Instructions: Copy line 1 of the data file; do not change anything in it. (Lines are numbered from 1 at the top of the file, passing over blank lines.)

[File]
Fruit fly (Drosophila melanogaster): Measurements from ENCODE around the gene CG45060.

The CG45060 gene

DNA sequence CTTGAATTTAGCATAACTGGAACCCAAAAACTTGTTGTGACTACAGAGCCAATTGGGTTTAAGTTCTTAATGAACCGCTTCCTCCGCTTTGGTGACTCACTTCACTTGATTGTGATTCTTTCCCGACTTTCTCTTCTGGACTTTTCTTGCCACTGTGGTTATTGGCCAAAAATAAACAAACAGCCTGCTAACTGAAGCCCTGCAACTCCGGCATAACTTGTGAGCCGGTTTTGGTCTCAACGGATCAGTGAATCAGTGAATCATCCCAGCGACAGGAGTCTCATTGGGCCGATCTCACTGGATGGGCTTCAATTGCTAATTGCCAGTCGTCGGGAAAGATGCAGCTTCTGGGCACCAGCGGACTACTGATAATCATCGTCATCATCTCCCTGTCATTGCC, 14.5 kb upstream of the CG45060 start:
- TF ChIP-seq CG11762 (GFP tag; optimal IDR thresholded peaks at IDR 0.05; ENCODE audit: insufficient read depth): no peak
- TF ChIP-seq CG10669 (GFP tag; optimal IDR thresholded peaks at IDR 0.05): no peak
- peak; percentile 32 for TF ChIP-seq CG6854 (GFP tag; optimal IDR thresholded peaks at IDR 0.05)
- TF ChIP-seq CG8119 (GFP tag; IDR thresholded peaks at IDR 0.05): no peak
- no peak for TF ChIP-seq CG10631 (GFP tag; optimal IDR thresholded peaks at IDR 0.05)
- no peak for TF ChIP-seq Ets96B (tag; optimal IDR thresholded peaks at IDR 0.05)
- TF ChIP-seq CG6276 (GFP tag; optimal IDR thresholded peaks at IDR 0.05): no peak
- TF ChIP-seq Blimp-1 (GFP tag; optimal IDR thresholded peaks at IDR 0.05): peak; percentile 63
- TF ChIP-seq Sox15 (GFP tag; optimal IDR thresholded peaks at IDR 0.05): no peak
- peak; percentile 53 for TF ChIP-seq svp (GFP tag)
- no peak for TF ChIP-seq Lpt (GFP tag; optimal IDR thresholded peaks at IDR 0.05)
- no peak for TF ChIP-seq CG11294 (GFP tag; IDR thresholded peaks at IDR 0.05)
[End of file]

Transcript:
Fruit fly (Drosophila melanogaster): Measurements from ENCODE around the gene CG45060.